“We understand that we need to strike a balance between being humane and being cost effective," a slaughterhouse operator said, about the a proposed “Maine Humane” label.

Three large Italians continued to sell for $8.99 at Colucci’s and seagulls flocked to 7-11 on Brighton Avenue. At the Ice House, which had its food license rejected earlier this year, a man was stabbed.

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Tuesday, February 6


Dinner comes with a banana, a container of bright pink strawberry punch and a plastic cup, a paper cup with fresh jalepeno sauce, and silverware.

Regulars, who wore flat-brimmed caps and baggy pants, gravitated towards the spaghetti, which also came with juice and banana - and like much of the menu had some meat. Almost all the entrees have either chicken, beef and goat, and are $10 or less.

Somali culture lives at Hamdi, at 30 Washington Ave. Like the neighborhood, it fuses remnants of East Africa, Italy (which once ruled Somaliland) and East Bayside. Only there is no pork here, or beer. Just coffee and cardamom and cinammon tea, sweetened with sugar, which as one woman said, "It makes you live long."

Near the kitchen, where mothers and daughter and aunts fry up cornbread, or muffo, music plays. Fake wood paneling lines the dining room, where boys talk in Somali on cellphones and chew on toothpicks, saying things in English to each other like, "That was some nice shit, man." Each table is numbered with a piece of duct tape, and flourescent lights hang over the plaid plastic tableclothes. Other than the colorful scarves tied on each chair, the place is bare.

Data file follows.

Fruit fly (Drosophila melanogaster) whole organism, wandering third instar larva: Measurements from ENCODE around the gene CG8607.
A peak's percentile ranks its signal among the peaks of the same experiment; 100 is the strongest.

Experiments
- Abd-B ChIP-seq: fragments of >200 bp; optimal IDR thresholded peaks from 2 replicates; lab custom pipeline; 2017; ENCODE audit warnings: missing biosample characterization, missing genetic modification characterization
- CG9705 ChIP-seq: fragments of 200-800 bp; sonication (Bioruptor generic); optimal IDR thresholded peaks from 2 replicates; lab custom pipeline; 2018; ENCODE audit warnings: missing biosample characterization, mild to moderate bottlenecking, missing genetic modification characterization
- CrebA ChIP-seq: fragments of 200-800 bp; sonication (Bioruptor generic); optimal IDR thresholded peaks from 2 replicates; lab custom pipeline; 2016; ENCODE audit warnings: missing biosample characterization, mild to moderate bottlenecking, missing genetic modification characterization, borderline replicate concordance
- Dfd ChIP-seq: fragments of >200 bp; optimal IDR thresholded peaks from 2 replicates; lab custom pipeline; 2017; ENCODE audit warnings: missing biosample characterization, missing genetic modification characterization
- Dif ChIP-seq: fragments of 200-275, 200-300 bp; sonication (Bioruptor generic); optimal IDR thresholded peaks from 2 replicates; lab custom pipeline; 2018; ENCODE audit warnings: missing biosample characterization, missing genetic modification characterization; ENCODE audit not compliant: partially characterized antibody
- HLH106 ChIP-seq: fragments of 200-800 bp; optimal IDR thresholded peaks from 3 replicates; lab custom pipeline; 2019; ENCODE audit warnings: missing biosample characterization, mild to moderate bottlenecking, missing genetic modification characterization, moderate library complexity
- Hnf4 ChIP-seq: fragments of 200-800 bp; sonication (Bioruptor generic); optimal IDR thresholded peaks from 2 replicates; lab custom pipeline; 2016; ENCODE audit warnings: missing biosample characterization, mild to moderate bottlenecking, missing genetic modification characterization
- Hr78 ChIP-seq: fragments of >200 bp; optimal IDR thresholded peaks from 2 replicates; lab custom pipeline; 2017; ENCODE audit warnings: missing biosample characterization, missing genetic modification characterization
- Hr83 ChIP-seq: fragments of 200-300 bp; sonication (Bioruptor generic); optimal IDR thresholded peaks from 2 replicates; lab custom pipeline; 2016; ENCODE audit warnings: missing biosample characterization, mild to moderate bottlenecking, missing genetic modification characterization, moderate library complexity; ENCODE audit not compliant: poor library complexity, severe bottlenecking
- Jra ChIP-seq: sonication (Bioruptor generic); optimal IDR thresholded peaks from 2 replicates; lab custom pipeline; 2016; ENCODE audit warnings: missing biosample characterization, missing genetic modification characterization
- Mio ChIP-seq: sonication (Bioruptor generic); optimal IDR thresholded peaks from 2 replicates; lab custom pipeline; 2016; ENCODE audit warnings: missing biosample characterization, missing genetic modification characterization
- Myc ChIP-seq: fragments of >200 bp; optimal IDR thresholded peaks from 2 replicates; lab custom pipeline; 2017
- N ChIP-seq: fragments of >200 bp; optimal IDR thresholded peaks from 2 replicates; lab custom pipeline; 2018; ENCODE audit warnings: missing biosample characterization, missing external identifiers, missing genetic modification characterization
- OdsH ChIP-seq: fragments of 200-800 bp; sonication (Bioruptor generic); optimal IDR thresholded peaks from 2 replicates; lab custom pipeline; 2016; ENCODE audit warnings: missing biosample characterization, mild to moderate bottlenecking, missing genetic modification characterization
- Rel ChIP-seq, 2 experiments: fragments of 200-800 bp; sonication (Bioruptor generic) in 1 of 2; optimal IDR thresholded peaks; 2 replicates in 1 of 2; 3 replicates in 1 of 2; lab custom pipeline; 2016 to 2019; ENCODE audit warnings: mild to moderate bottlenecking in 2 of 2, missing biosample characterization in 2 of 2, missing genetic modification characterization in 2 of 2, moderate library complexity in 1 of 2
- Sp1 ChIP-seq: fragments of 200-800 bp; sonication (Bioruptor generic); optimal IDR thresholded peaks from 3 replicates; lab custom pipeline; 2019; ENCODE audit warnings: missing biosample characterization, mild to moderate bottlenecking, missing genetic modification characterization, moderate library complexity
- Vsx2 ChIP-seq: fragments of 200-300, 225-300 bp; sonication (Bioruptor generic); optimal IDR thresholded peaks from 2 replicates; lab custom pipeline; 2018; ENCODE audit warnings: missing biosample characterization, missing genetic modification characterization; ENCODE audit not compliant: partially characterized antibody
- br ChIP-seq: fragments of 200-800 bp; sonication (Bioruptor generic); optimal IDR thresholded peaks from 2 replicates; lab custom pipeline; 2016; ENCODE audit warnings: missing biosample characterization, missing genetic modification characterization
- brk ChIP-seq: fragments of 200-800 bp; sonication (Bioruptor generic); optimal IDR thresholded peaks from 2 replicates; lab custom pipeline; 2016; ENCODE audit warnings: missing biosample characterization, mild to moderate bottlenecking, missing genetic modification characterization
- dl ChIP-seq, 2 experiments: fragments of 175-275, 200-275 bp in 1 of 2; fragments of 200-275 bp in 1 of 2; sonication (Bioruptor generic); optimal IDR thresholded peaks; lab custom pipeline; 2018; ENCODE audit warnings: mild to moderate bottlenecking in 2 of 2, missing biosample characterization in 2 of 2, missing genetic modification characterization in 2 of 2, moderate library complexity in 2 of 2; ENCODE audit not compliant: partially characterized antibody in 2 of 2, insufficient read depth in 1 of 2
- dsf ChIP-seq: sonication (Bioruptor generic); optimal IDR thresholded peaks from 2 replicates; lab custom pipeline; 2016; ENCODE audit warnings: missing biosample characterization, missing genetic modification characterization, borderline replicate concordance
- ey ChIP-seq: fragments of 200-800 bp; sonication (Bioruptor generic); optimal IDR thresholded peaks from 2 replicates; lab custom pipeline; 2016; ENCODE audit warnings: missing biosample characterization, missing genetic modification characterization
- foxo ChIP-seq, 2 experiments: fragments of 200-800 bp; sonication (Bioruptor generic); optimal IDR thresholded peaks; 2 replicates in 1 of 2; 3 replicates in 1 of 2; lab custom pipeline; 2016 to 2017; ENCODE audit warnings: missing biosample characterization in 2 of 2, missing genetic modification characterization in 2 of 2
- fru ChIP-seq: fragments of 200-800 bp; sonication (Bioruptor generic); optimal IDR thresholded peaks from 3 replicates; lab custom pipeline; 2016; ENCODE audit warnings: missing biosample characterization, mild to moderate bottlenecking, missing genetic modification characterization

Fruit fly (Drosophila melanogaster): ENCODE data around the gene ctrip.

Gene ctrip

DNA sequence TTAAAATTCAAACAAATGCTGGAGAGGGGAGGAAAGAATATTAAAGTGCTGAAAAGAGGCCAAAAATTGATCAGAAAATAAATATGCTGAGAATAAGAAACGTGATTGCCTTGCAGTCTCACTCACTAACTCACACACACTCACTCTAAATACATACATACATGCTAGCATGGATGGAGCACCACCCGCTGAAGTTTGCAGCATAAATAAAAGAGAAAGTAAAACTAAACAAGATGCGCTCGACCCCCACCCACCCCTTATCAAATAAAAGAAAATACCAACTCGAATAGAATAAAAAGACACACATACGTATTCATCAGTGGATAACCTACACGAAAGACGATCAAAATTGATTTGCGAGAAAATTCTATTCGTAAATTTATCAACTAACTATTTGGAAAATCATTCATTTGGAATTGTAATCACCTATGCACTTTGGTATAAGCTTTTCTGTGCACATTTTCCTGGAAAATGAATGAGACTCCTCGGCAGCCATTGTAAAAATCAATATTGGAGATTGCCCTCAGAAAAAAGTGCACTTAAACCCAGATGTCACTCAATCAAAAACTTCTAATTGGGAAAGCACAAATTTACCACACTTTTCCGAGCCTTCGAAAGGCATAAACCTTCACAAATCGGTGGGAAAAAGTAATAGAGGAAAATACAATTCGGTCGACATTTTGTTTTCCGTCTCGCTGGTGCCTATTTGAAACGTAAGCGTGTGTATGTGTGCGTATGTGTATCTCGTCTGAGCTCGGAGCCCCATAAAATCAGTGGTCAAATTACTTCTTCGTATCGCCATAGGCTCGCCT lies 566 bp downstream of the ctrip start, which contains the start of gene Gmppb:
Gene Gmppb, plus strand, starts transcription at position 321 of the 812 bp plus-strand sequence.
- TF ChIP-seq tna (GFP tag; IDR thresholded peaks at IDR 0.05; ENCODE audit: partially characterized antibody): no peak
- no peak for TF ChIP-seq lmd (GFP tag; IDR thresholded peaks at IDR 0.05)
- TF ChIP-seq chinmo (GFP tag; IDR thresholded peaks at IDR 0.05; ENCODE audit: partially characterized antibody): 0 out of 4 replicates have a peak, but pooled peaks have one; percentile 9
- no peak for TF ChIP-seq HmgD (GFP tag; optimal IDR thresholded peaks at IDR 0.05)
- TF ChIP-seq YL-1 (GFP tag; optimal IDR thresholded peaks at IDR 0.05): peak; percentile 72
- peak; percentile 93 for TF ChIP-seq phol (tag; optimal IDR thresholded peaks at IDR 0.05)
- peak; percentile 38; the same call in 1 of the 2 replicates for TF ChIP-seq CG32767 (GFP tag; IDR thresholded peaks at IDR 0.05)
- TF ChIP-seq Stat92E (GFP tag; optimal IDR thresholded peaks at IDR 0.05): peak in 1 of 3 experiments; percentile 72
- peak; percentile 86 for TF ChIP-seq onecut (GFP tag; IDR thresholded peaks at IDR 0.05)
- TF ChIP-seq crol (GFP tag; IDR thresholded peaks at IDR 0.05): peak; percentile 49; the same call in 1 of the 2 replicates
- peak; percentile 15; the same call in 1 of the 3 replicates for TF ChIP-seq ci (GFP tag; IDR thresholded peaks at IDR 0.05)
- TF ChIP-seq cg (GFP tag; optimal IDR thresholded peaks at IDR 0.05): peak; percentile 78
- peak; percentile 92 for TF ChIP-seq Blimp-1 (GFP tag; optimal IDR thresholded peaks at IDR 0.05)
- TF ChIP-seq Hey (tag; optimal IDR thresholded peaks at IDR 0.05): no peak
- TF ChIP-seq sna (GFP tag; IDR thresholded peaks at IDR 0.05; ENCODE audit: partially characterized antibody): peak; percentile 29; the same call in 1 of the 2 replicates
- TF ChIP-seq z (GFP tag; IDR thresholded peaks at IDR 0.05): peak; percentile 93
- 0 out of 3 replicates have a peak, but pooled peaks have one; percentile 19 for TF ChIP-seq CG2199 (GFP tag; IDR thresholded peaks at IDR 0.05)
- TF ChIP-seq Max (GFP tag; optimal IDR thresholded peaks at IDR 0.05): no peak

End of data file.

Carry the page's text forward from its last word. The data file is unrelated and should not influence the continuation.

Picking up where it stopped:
Which is a little like the goat I ate.

The goat zigni came in two parts: a bowl of spicy tomato and beef-cube stew, and a plate with chucks of bland fatty meat stuck to slivers of bone, all with the musky taste of mountainous mammal. Dabbled with the very hot sauce, the meat filled out the flatbread for a filling dinner. At Hamdi that usually runs to at least 9 p.m. but call ahead (669-4023).

Kabaab, fried meat, and sambuus, the Somali samosa with ground meat, are also available for appetitizers or snacking. With the sugary tea, there is no need for desert.

And you might walk away and tell your friends, like one boy said: "You don't expect every thing to be lovely. Ups and downs, man."

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Friday, February 2

Uncle Billy's

“Those can’t be real.”

“It looks like something is stuck on them," the waitress says. "Not pasties. I forget what they’re called.”

“No, those have got to be fake.”

Uncle Billy’s has two black velvet paintings: Elvis and a woman. Elvis is, well, Elvis. And the woman has tight, pelvis-hugging pants but no shirt. At Uncle Billy's bar - a bar its owner fashioned out of old Portland Expo bleacherboards - a debate surrounds the authenticity of her breasts.

Open less than a month, the focus at this Congress Street pork palace is décor. At least so far. Wooden fish. Illustrated pigs. A paddle a bondage party reportedly used for a private party at one of Uncle Billy’s many previous locations (South Portland, Newbury Street and Yarmouth).

As the leather jackets came off and the draft beer (so far just Shipyad) flowed, the stuff from Uncle Billy's attic stuck on the wall was enough to keep me occupied while I chewed my chewy piece of beef brisket.

And chewed. And chewed. "How is everything? Good," said a waitress, who did not resemble the painting. "Good. Good," she said before I swallowed.

It was tough. If only the sauce, a salty, sweet and spicy barbeque, endured. But this place, with its regulars and honky-tonk jukebox, should not suffer such a fate. Which brings me to the mac and cheese, one of about six sides (none of which include collard greens, if you were thinking it was that kind of BBQ joint). The home-style mac and cheese represents the finest in Uncle Billy's fare -- this is no Hooters food.

Greasy, cheesy and crispy. A little like Jonathan St. Laurent, the chef, who sometimes emerges from the ovens in his splattered white apron to offer a late-night dinner to regulars.

Goes well with "Ship Yod."